Payam Boromand lives and works in a country that's not often associated with political cartoons: Iran. And, admittedly, when you look at Payam's work, it is more focused on broad societal themes such as migration, conflict and the environment than on the politics of Iran. We talk to him to find out what it's like to be a cartoonist in Iran, and also to learn more about the way he works.
Could you describe the process of how you make cartoons and the materials that you use?
'I usually read news online before drawing a cartoon. Then I try to find a humor on the topic. Afterwards I sketch it in my mind. This helps me find the best composition of my cartoon. Sometimes I cannot find an appropriate idea, but I still pick up my pencil and paper and start drawing without having a specific target.
Another method that helps me come up with ideas for cartoons is that I think of the words related to the subject about which I am going to draw. For example, when I think of the word newspaper, I can review things related to it in my mind, such as freedom of speech, censorship, and other things.
Experience has shown me that the first idea is not necessarily the best idea. I can decide what I want after drawing several different sketches, and then I draw the final sketch. The process of converting the idea into cartoons starts by sketching on paper by pencil, after that I use pen for highlighting lines. Sometimes I use highlighters or brushes and ink for this purpose. The last step is to paint the cartoon using Adobe Photoshop.
Are there many cartoonists in Iran?
Yes. Iran is one of the countries which has so many cartoonists. I think the main reason for this is that Iranians like humor and cartoons are very demanding. They love to humorize serious things. Even if people don’t have the time to read a newspaper or magazine, they still have the time to see their cartoons. This high demand, I guess, arouses interest among artists to take up a cartoonist career.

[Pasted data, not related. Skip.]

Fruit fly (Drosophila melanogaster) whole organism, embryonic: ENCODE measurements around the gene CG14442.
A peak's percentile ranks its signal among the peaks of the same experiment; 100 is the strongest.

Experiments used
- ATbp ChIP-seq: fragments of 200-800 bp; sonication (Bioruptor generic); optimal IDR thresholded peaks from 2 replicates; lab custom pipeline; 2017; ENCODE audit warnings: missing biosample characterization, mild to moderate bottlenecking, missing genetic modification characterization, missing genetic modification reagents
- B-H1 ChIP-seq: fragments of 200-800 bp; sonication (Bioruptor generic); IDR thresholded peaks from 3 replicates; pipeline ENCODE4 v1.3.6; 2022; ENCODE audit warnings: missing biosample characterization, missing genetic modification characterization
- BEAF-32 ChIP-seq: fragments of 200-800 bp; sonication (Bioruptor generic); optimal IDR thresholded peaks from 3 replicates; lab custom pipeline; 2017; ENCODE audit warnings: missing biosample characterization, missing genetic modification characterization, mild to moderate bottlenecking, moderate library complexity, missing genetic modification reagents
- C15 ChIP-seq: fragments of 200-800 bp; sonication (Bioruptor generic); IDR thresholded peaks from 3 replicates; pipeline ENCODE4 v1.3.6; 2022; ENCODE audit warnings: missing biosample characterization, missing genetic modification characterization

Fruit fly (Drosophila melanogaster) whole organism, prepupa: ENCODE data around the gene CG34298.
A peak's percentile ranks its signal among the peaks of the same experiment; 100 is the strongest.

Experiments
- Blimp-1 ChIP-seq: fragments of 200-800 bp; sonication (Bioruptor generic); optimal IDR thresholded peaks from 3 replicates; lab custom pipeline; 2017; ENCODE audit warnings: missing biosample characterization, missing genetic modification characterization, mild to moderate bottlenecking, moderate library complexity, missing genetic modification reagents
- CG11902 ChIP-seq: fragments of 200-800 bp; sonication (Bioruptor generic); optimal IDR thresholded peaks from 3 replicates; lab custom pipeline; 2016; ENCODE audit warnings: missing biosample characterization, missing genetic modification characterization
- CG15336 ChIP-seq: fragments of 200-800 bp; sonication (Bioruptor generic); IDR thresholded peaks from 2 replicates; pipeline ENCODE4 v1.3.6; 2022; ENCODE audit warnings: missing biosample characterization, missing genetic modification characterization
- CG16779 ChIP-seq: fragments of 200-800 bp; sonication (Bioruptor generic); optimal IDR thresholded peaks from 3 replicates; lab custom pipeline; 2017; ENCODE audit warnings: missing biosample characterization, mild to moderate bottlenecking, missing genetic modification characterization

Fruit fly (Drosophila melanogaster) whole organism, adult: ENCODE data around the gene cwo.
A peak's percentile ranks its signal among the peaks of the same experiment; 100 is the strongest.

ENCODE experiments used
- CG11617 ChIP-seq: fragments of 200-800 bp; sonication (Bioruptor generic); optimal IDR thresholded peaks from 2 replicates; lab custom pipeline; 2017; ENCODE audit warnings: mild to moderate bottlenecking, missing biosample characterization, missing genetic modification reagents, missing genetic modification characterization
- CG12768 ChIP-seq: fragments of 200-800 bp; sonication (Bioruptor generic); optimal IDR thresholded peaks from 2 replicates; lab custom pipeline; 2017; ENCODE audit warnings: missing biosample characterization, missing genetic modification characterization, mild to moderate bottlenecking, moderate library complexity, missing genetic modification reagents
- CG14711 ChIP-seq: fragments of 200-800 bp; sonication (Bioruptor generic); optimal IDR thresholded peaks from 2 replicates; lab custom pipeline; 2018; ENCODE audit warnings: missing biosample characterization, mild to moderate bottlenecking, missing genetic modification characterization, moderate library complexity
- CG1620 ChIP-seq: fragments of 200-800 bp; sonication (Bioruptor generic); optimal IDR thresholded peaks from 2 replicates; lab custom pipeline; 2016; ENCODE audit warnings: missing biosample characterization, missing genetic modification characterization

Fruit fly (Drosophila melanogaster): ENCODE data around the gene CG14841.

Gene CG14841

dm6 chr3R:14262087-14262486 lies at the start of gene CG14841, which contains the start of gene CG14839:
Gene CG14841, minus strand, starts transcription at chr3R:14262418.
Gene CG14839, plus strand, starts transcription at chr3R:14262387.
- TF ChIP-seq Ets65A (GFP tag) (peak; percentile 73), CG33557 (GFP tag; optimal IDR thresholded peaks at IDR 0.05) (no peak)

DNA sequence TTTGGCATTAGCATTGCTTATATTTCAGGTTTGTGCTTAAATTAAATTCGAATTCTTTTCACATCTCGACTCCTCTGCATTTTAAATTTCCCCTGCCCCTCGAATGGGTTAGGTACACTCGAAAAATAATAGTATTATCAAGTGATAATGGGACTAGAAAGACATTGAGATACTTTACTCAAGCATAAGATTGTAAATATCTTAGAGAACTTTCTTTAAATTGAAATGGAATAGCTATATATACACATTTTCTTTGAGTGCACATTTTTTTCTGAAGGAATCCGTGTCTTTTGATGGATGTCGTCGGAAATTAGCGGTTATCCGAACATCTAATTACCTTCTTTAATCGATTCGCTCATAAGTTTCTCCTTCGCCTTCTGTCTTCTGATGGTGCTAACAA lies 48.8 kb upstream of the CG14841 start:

Is it difficult to be a cartoonist in Iran? What are the red lines (subjects you cannot draw about)?
I think the main problem for Iranian cartoonists is that the pay rate is very low compared to universal standards. Cartoonists are not usually financially supported by an organization and they have to work independently.
Iranians are very traditional and religious so I, as a cartoonist, have learned not to draw cartoons with these subjects.
Do political cartoons play an important role in Iranian society?
Yes, indeed. I think cartoonists can picture things that cannot be expressed verbally. Political cartoons can play an important role in criticizing. Cartoonists can influence people with the humor in their work and highlight hidden things. I think that visual media, in general, is very much appreciated among Iranians. With all these problems, Iranian cartoonists try to speak out, criticize, and picture good and bad in their cartoons.